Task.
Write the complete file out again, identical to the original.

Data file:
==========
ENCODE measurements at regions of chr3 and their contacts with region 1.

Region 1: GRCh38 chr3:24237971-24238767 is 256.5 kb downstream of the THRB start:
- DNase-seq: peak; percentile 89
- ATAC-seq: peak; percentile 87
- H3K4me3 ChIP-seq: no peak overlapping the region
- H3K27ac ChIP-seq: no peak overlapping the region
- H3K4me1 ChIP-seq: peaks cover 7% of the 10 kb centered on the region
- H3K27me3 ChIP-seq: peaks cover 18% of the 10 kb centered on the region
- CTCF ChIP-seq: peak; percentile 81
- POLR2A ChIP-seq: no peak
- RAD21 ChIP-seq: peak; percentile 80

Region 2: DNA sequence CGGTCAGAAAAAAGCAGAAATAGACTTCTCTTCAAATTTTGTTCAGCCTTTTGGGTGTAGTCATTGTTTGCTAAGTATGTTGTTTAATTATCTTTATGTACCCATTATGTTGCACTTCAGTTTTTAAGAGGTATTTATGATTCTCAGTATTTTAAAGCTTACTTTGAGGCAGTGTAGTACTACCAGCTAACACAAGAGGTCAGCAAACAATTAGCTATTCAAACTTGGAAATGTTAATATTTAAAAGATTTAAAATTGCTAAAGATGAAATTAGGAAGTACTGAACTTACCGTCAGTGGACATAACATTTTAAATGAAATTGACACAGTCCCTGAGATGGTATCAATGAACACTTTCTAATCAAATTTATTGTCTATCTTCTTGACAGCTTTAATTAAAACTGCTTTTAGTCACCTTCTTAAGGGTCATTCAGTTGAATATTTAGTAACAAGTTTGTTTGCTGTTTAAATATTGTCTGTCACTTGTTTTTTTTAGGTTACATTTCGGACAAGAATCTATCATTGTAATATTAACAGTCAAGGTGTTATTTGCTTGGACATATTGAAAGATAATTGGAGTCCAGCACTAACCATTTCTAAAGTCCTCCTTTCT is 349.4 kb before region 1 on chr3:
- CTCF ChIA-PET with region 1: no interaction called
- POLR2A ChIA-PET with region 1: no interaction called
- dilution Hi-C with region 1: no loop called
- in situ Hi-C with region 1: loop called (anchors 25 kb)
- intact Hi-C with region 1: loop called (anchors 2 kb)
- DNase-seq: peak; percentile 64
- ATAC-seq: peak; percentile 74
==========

ENCODE measurements at regions of chr3 and their contacts with region 1.

Region 1: GRCh38 chr3:24237971-24238767 is 256.5 kb downstream of the THRB start:
- DNase-seq: peak; percentile 89
- ATAC-seq: peak; percentile 87
- H3K4me3 ChIP-seq: no peak overlapping the region
- H3K27ac ChIP-seq: no peak overlapping the region
- H3K4me1 ChIP-seq: peaks cover 7% of the 10 kb centered on the region
- H3K27me3 ChIP-seq: peaks cover 18% of the 10 kb centered on the region
- CTCF ChIP-seq: peak; percentile 81
- POLR2A ChIP-seq: no peak
- RAD21 ChIP-seq: peak; percentile 80

Region 2: DNA sequence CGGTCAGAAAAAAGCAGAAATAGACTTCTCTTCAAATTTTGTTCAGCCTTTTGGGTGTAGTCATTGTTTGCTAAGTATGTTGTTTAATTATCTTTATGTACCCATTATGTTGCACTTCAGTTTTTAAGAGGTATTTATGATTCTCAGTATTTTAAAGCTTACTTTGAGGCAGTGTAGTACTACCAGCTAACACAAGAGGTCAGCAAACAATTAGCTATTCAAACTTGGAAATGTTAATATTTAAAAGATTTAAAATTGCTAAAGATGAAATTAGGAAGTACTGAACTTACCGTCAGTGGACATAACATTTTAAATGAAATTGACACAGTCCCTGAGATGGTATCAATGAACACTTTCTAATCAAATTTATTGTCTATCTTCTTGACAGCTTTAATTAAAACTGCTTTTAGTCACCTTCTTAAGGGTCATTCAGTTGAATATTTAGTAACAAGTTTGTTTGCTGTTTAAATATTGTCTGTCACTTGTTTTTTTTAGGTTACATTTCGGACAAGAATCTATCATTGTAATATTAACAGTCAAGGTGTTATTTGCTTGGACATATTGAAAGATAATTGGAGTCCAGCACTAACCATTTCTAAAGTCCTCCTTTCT is 349.4 kb before region 1 on chr3:
- CTCF ChIA-PET with region 1: no interaction called
- POLR2A ChIA-PET with region 1: no interaction called
- dilution Hi-C with region 1: no loop called
- in situ Hi-C with region 1: loop called (anchors 25 kb)
- intact Hi-C with region 1: loop called (anchors 2 kb)
- DNase-seq: peak; percentile 64
- ATAC-seq: peak; percentile 74